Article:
'Before 1964, the hole scheme of the Act in relation to decrees for restitution of conjugal rights, judicial separation and divorce was based on the concepts of wrong and disability. The Court was not to concern itself with the fact of breakdown of the marriage but with who had committed wrong or who was suffering from disability. It was in the context of the concept of wrong-disability that Section 23(1)(a) provided that the Court shall decree relief under the Act only if any of the grounds for granting relief existed and the petitioner was not in any way taking advantage of his or her own wrong or disability for the purpose of such relief. The concept of wrong-disability which was hitherto the sole basis of relief under the Act has now, in part, given way to the concept of a broken-down marriage irrespective of wrong or disability. To my mind it is not permissible to apply the provisions of Section 23(1)(a) based as they are on the concept of wrong-disability to proceedings in which relief is claimed under Section 13(1-A) or Section 13-B based as they are on the concept of broken down marriage.'

Again at page 178 (of AIR 1977 Punj & Har) it is held as follows :-

'It is true that if Section 23(1)(a) is applicable to proceedings based on Section 13(1-A), it is difficult to visualize what wrong other than non-resumption of cohabitation or non-restitution of conjugal rights can preclude relief. But failure, at present, to contemplate such a situation is neither here nor there, since one cannot pre-empt all future situations. The only reasonable way of construing the provisions and giving effect to legislative intent is to say that Section 23(1)(a) applies to cases based on the concept. At any rate, the wrong or disability contemplated by Section 23(1)(a) is not the non-resumption of cohabitation or the non-restitution of conjugal rights which is the basis of Section 13(1-A).'

Chinnappa Reddy, J. held that the efflux of time stipulated in Section 13(1-A) is the starter for the crystallisation of right to seek divorce and the object of Section 13(1-A) is to give clearance and neat exit to broken down marriage and is not subject to Section 23(1)(a). inspired by the ratiocination of Chinnappa Reddy, J., the learned counsel for the appellant contended that in view of the lapse of one year from the date of decree for restitution of conjugal rights the divorce is an automatic and necessary follow up. The learned counsel for the respondent contended that the Delhi High Court took a different view and that the view taken by Chinnappa Reddy, J. is no longer good law in view of the decision of the Supreme Court in Dharmendra Kumar v. Usha Kumar, : [1978]1SCR315 . In Gajna Devi v. Purushotam Gire, : AIR1977Delhi178 , the essential facts are that the ex parte decree for judicial separation was passed on 30-3-1966 at the instance of the husband. The petition was filed under Section 13(1-A) of the Act for divorce on 19-7-1972. The plea taken by wife was that there was resumption of cohabitation and the husband is not entitled to relief as he is taking advantage of his own wrong. The plea of resumption of cohabitation was negativeed. The attempt at harmonising Sec. 13(1-A) and 23(1)(a) was made by Misra, J., by holding that the matrimonial offence which was foundation of the previous decree for separation or restitution of conjugal rights cannot be pressed into service as a defence against the relief sought but the existence of certain facts or circumstances relevant to the decree should be the criterion and it is observed as follows at page 183:-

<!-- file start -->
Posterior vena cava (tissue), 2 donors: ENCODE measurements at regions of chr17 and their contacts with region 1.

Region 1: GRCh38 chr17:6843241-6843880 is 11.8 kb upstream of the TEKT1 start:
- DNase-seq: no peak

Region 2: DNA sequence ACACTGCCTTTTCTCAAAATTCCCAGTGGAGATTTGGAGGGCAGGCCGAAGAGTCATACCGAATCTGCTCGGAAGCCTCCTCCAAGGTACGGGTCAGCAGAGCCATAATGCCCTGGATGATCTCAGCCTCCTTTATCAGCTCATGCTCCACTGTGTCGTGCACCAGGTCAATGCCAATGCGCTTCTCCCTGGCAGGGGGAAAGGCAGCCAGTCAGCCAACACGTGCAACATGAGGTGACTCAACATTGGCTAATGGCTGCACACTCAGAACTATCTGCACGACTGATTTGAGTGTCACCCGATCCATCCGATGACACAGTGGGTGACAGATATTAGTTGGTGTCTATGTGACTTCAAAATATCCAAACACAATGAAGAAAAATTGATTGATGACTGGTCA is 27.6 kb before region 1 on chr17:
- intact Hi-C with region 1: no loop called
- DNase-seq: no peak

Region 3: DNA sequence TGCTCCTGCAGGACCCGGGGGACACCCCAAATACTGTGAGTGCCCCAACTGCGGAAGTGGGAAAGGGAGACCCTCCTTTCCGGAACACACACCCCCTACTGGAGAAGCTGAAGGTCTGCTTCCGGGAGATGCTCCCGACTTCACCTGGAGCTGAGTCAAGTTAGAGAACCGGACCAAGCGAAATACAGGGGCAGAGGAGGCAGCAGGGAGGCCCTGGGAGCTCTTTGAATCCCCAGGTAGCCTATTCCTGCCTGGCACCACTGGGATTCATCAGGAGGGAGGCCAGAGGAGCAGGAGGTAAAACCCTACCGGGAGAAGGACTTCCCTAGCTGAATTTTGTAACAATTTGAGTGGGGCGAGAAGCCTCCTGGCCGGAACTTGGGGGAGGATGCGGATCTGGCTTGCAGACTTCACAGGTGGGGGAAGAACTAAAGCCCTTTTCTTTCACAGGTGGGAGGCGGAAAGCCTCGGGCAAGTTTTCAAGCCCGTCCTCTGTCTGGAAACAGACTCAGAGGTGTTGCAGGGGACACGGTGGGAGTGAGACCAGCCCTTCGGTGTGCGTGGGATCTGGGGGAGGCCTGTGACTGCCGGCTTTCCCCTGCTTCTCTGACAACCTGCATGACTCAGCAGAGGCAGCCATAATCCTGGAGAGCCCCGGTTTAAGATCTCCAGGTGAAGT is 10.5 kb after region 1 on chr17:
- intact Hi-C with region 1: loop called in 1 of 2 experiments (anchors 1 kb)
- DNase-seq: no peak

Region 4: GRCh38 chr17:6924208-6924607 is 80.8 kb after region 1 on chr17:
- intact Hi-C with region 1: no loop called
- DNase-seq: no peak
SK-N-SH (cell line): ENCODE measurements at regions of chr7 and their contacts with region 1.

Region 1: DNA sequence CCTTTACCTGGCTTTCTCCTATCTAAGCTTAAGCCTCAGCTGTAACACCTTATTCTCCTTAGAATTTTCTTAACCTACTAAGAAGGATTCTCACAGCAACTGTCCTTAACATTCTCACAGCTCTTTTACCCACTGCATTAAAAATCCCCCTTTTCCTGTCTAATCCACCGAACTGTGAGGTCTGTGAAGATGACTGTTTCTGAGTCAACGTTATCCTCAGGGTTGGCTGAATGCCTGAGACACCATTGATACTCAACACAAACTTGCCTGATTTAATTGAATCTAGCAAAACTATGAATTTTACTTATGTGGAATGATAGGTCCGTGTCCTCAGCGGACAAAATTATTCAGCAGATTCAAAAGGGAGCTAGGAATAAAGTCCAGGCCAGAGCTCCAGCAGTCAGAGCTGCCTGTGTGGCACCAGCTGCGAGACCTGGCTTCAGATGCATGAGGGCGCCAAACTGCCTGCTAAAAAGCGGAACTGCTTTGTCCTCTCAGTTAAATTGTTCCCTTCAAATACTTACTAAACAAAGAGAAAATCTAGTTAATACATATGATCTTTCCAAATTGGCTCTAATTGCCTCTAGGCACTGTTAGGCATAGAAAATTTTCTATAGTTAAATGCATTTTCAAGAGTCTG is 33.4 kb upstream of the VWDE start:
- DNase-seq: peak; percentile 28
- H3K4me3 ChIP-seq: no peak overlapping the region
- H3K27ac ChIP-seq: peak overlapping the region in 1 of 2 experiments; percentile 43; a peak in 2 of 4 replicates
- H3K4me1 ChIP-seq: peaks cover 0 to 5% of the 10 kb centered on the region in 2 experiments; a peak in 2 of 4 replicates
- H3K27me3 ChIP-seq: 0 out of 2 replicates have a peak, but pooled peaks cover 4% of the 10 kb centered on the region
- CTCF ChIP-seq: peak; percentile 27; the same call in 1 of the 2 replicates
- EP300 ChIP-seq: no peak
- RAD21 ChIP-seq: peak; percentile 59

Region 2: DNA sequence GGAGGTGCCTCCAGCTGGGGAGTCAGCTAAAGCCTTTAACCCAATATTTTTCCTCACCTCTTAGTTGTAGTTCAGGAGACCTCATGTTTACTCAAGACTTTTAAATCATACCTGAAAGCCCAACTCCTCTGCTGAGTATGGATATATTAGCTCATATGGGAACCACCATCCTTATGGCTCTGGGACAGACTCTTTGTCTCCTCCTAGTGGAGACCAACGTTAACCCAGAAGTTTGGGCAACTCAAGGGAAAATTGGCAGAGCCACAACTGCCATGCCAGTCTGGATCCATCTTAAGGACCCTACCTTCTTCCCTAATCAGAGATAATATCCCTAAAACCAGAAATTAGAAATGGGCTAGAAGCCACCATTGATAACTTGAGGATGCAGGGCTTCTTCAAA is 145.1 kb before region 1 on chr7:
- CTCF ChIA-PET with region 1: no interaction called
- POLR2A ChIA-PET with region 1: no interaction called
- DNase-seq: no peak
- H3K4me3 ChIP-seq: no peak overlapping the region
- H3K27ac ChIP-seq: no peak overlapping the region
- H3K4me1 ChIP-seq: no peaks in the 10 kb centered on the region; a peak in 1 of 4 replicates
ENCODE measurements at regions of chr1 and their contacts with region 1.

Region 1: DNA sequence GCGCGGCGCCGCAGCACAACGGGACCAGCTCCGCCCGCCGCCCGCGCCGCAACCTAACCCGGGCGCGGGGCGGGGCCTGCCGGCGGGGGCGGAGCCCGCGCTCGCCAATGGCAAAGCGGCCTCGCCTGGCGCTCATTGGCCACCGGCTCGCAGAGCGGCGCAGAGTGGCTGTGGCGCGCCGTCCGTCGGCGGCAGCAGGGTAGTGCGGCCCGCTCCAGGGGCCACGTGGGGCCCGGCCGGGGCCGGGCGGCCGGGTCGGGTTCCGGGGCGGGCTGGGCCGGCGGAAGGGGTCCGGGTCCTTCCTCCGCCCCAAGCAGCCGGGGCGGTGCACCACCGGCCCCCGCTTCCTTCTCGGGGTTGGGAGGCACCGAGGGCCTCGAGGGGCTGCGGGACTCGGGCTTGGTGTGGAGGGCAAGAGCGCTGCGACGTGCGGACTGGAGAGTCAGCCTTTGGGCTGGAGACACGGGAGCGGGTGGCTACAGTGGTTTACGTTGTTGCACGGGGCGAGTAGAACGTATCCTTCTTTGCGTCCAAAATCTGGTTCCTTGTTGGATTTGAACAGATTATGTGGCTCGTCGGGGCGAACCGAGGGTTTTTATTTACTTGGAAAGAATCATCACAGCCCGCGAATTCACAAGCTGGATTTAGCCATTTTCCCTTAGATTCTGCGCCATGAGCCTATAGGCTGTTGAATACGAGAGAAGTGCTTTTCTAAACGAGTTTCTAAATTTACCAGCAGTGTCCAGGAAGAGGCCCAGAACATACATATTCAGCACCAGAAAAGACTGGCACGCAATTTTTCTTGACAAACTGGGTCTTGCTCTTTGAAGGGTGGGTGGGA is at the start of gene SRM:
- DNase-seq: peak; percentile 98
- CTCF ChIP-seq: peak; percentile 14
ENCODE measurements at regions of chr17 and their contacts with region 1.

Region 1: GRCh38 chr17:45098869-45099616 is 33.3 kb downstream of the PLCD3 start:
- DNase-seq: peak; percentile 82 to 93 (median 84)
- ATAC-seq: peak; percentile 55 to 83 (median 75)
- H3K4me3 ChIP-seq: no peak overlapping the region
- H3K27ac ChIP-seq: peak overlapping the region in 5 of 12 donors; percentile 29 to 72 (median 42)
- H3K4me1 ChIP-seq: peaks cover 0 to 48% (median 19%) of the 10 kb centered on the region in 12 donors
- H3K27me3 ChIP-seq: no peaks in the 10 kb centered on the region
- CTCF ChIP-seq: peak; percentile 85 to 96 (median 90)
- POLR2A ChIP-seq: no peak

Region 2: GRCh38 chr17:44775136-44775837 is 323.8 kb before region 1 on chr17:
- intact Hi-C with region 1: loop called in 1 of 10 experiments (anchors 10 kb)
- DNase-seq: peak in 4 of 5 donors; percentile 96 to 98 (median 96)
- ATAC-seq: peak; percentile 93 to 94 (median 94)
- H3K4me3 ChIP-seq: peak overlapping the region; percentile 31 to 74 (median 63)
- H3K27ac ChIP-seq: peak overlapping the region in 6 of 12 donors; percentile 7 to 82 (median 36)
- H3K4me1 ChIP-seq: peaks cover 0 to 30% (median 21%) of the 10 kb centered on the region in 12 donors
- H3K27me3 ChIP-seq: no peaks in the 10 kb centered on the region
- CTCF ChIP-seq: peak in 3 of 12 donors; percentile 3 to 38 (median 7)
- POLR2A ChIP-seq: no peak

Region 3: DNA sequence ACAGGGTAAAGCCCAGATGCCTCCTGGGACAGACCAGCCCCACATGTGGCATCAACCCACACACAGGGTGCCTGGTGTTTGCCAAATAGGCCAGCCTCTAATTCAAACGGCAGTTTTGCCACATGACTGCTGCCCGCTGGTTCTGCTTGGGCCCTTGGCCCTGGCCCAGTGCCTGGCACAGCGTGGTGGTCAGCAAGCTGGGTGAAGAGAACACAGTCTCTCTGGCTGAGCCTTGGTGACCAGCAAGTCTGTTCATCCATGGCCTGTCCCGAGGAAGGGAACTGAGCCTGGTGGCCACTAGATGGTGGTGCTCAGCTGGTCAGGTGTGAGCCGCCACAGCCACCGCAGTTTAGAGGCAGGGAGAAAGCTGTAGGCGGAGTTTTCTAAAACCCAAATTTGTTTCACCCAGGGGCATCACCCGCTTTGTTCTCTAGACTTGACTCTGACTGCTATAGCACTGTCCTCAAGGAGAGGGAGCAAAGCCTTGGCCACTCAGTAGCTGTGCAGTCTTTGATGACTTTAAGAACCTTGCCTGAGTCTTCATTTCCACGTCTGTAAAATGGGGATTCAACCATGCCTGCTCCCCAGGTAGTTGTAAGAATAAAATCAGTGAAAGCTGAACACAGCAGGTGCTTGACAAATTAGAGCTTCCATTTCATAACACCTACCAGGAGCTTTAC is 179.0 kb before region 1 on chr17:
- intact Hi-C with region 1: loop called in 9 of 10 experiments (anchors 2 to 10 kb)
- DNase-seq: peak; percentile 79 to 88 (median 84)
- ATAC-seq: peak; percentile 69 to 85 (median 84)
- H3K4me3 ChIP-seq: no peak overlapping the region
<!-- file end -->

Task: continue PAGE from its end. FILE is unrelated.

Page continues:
'In my view, the expression 'petitioner is not in any way taking advantage of his or her own wrong' occurring in Cl. (a) of Section 23(1) of the act does not apply to taking advantage of the statutory right to obtain dissolution of marriage which has been conferred on him by Section 13(1-A) of the Act subsequently to the passing of the decree for judicial separation or restitution of conjugal rights. In such a case, a party is not taking advantage of his own wrong but of the legal right following upon the passing of the decree and the failure of the parties to comply with the decree or resumption of cohabitation after its passing. Nevertheless, if after the passing of the previous decree, any other facts or circumstances occur, which in view of sub-section (1) of Section 23 of the Act disentitle the spouse from obtaining the relief of dissolution of marriage by a decree of divorce under Section 13(1-A) of the Act, the same can be legitimately taken into consideration and must be given due effect.'

In : [1978]1SCR315 (supra) the wife was granted a decree for restitution of conjugal rights on 27-8-1973. Two years after the said decree on 28-10-1975 she presented a petition under Sec. 13(1-A)(ii) of the Act for dissolution of the marriage by a decree of divorce. The husband admitted that there was no restitution of conjugal rights between the parties subsequent to the passing of the decree but stated that he made attempts to comply with the decree by writing several registered letters to the wife inviting her to live with him. According to him the wife herself prevented the restitution of conjugal rights and seeks to make a capital out of her own wrong. In this context the interaction of Section 23(1)(a) and 13(1-A)(ii) is considered. Endorsing the view taken by the Delhi High Court in : AIR1977Delhi178 (supra) it is held as follows at page 2220.